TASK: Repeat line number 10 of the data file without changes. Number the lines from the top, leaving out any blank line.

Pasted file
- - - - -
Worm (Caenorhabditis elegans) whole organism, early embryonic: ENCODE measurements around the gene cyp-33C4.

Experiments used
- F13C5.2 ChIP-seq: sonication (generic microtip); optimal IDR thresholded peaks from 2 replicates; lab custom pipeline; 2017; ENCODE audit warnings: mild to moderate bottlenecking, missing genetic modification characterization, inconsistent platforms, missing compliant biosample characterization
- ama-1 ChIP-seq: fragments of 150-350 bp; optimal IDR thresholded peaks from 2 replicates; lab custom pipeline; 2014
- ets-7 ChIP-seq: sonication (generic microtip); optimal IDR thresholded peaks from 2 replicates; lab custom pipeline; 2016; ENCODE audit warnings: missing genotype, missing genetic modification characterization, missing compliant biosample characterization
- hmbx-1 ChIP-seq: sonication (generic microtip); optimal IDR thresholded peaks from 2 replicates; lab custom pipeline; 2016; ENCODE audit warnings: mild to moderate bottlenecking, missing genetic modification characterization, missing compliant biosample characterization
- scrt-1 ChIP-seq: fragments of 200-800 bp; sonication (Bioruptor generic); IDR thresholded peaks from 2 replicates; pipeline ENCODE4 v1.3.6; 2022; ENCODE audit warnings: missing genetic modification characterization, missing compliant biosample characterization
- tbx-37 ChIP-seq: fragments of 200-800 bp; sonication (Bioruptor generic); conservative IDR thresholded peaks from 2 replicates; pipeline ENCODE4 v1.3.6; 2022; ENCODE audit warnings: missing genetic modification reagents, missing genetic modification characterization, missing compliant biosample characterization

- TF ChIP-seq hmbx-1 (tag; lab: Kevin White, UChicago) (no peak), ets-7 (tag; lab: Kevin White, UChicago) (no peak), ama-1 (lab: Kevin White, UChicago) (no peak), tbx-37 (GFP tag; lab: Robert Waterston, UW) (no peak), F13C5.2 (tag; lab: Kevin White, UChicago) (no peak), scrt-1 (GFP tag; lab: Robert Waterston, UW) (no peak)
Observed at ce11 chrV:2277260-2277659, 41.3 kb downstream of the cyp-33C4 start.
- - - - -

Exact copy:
Observed at ce11 chrV:2277260-2277659, 41.3 kb downstream of the cyp-33C4 start.